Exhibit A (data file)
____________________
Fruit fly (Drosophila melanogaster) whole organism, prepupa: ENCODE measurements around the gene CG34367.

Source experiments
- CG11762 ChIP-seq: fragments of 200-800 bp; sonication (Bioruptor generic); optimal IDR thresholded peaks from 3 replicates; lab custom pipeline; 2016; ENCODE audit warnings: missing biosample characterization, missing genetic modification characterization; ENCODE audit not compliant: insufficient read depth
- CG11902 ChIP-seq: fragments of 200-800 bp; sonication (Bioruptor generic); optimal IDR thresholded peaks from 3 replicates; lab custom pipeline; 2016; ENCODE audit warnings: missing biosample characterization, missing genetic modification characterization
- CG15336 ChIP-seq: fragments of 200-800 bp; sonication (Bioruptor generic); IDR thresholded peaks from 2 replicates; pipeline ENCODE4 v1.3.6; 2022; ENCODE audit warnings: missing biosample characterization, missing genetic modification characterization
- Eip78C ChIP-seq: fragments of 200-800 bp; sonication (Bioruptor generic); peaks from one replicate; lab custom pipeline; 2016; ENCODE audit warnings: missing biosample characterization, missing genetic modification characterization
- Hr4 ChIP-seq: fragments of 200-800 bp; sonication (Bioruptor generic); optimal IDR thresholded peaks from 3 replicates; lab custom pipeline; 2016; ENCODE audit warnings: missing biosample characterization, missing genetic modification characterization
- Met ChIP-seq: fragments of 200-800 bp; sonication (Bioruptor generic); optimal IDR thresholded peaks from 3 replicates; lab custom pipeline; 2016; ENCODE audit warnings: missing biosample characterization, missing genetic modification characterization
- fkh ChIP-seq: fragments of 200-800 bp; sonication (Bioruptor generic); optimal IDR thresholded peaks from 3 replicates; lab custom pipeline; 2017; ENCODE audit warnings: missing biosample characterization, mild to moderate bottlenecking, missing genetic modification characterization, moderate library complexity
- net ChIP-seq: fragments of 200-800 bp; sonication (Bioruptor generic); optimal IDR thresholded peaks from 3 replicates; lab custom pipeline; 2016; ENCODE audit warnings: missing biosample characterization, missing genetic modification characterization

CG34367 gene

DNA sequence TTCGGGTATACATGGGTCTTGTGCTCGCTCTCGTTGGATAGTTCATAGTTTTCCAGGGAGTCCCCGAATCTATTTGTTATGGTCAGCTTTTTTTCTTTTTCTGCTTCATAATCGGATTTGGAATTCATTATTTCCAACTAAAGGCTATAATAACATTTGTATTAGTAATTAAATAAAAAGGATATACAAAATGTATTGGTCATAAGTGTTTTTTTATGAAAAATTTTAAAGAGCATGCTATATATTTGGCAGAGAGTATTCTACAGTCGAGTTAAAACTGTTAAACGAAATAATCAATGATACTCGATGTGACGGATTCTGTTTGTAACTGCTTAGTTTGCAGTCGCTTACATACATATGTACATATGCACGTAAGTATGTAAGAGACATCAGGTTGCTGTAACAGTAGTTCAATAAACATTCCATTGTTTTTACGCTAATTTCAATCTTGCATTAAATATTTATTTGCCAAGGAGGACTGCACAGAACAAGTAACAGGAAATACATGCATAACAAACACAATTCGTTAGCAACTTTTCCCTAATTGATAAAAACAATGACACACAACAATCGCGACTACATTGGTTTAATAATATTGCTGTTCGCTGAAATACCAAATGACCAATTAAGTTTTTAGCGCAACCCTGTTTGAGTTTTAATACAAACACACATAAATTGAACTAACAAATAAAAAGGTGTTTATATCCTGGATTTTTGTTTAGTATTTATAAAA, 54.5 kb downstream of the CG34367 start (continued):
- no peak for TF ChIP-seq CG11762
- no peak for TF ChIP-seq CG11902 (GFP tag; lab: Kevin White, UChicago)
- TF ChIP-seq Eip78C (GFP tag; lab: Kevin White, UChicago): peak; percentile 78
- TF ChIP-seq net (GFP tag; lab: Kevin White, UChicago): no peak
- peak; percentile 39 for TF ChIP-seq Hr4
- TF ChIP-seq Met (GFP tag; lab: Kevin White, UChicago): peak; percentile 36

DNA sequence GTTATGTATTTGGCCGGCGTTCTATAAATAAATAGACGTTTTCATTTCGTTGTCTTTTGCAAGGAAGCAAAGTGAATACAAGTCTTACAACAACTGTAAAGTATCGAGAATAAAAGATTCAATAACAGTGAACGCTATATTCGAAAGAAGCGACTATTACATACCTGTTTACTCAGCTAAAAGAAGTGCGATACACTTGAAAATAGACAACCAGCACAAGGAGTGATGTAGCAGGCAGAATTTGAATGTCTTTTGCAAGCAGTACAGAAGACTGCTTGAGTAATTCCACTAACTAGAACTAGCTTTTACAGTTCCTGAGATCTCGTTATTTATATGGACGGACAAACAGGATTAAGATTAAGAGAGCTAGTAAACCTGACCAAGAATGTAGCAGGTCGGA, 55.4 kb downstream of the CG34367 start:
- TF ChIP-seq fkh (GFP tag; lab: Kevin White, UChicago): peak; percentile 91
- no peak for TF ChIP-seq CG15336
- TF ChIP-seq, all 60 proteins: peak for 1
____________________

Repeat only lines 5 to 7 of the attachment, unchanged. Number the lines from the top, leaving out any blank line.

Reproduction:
- CG15336 ChIP-seq: fragments of 200-800 bp; sonication (Bioruptor generic); IDR thresholded peaks from 2 replicates; pipeline ENCODE4 v1.3.6; 2022; ENCODE audit warnings: missing biosample characterization, missing genetic modification characterization
- Eip78C ChIP-seq: fragments of 200-800 bp; sonication (Bioruptor generic); peaks from one replicate; lab custom pipeline; 2016; ENCODE audit warnings: missing biosample characterization, missing genetic modification characterization
- Hr4 ChIP-seq: fragments of 200-800 bp; sonication (Bioruptor generic); optimal IDR thresholded peaks from 3 replicates; lab custom pipeline; 2016; ENCODE audit warnings: missing biosample characterization, missing genetic modification characterization